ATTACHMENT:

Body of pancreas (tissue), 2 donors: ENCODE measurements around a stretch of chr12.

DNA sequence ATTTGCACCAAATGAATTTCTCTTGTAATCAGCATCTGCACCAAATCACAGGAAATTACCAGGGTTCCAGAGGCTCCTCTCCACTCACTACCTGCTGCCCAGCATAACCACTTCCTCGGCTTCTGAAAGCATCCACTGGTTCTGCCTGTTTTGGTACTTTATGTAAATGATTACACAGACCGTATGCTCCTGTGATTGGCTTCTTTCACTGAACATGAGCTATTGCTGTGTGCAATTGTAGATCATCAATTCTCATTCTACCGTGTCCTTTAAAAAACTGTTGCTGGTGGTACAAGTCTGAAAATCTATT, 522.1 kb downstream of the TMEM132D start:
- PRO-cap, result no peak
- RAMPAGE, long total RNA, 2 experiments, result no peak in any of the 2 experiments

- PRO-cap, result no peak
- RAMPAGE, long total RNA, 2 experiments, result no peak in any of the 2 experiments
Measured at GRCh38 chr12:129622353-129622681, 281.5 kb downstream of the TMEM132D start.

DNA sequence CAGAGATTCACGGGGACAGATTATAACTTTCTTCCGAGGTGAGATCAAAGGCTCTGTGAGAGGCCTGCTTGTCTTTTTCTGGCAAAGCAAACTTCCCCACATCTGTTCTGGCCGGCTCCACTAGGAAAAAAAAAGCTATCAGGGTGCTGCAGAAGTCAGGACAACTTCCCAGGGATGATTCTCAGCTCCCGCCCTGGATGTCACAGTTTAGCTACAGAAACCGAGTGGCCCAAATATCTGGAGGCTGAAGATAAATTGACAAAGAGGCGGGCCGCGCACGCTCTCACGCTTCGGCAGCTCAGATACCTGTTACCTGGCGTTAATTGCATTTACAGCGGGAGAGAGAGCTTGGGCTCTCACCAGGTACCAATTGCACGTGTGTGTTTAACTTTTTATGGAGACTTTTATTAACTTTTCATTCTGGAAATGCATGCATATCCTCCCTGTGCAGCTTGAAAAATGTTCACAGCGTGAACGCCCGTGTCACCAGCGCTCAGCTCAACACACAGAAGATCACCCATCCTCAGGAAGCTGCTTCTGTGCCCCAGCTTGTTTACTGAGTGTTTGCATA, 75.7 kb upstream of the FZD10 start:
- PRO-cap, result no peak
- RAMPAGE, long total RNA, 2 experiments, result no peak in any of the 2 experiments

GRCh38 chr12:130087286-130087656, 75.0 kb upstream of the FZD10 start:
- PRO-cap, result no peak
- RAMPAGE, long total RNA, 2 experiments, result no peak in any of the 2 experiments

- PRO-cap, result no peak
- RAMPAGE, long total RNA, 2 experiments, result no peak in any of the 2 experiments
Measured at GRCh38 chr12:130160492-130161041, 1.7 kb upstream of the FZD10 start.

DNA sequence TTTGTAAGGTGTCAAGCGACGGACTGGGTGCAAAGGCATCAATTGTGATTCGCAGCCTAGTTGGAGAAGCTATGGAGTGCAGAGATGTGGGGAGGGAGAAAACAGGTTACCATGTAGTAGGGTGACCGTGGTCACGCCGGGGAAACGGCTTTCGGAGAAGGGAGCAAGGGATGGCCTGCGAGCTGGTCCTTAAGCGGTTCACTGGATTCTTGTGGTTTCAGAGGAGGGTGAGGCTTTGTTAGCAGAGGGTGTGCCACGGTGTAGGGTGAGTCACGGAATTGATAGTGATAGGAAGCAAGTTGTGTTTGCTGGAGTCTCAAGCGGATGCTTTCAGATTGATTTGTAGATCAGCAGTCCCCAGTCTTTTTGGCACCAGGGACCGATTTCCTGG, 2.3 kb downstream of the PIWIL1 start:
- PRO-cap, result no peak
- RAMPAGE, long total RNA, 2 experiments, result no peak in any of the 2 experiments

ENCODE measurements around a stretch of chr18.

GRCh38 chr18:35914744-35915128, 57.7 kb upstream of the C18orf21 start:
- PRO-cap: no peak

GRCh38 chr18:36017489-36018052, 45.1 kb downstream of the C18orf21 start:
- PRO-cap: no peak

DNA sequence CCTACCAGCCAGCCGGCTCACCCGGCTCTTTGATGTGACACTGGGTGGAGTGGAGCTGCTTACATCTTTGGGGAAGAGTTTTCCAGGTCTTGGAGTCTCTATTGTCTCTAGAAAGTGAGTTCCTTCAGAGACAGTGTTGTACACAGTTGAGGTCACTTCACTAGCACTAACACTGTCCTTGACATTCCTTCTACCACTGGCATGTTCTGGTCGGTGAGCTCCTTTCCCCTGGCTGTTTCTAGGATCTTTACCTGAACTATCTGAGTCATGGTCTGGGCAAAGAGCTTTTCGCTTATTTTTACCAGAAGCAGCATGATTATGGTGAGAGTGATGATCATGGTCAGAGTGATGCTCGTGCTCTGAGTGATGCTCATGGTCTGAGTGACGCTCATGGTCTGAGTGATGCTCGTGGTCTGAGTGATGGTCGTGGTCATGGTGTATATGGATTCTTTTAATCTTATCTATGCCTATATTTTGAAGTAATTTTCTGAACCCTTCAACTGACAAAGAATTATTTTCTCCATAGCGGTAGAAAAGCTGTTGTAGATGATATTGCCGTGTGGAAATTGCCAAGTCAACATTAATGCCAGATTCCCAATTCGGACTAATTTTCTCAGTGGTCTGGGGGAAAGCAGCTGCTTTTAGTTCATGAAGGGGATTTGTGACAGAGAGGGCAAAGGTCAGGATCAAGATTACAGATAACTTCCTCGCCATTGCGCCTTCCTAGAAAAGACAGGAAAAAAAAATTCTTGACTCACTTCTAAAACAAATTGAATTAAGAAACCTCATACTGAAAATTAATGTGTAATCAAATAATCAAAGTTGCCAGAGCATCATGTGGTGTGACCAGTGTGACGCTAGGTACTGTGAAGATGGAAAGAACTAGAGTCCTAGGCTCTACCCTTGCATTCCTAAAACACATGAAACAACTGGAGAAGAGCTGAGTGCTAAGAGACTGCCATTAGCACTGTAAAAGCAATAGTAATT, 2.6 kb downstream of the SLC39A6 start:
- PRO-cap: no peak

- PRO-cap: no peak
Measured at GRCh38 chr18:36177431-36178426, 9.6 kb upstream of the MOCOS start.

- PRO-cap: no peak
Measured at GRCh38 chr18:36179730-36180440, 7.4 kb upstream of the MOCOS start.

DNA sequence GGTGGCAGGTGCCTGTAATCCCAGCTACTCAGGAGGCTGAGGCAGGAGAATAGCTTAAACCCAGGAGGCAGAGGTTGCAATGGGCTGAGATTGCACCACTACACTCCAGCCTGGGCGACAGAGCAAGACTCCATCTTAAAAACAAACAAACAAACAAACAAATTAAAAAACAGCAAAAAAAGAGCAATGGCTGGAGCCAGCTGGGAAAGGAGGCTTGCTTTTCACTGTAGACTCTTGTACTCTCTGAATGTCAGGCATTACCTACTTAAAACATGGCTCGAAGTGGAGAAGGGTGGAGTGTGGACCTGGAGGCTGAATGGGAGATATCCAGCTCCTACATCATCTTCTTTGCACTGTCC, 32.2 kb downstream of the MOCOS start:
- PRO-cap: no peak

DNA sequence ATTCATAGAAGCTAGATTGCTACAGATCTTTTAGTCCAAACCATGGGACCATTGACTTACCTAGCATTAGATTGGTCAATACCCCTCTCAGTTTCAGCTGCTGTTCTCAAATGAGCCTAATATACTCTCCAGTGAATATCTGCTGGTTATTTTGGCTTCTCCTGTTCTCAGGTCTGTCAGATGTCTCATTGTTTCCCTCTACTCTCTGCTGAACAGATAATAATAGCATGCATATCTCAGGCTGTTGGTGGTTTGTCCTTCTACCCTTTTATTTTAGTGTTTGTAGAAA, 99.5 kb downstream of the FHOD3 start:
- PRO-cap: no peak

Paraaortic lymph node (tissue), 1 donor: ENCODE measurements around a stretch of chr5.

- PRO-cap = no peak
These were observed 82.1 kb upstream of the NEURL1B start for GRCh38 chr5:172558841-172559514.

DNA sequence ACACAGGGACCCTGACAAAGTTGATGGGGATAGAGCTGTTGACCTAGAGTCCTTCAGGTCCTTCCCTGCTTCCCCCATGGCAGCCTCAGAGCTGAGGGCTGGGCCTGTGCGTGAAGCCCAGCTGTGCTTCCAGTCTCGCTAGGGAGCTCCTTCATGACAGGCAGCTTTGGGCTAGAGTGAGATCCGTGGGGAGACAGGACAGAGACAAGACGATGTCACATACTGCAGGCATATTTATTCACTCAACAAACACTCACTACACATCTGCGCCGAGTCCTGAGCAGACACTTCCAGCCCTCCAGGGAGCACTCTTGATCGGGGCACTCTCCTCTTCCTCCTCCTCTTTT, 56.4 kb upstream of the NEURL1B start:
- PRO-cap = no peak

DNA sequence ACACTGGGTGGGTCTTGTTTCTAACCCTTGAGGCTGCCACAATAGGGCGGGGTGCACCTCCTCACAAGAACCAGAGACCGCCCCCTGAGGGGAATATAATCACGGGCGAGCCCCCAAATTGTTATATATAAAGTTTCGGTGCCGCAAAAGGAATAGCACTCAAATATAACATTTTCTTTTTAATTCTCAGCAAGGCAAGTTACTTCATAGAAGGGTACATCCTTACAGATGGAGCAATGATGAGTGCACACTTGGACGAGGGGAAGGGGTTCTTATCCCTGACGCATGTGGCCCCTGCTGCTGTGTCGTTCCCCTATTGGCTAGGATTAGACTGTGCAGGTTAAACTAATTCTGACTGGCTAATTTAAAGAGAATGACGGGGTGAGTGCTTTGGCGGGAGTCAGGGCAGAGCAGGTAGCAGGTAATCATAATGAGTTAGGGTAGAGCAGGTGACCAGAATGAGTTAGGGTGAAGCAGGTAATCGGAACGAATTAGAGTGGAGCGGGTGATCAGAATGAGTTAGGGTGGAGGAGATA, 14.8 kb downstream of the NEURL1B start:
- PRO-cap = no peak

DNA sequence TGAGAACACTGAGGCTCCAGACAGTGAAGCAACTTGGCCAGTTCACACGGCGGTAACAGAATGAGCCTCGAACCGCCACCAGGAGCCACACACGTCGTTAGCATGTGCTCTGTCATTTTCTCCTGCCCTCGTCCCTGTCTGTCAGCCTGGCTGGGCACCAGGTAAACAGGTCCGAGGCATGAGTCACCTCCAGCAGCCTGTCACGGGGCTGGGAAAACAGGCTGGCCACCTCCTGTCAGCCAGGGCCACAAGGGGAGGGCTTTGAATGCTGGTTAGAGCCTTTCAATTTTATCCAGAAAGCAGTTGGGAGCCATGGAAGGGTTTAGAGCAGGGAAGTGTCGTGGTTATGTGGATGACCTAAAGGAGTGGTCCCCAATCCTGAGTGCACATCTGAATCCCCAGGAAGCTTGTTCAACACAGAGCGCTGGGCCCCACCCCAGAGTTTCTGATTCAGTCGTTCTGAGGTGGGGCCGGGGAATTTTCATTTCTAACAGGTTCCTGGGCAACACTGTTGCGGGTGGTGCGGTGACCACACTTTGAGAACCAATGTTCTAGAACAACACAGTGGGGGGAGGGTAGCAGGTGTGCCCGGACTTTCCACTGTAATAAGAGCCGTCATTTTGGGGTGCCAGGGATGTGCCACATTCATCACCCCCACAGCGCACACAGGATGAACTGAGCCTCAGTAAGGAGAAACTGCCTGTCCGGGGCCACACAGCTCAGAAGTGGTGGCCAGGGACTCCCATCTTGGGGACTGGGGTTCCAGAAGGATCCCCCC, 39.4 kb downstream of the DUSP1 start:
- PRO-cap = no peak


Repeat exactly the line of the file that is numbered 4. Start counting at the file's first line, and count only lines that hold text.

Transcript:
- RAMPAGE, long total RNA, 2 experiments, result no peak in any of the 2 experiments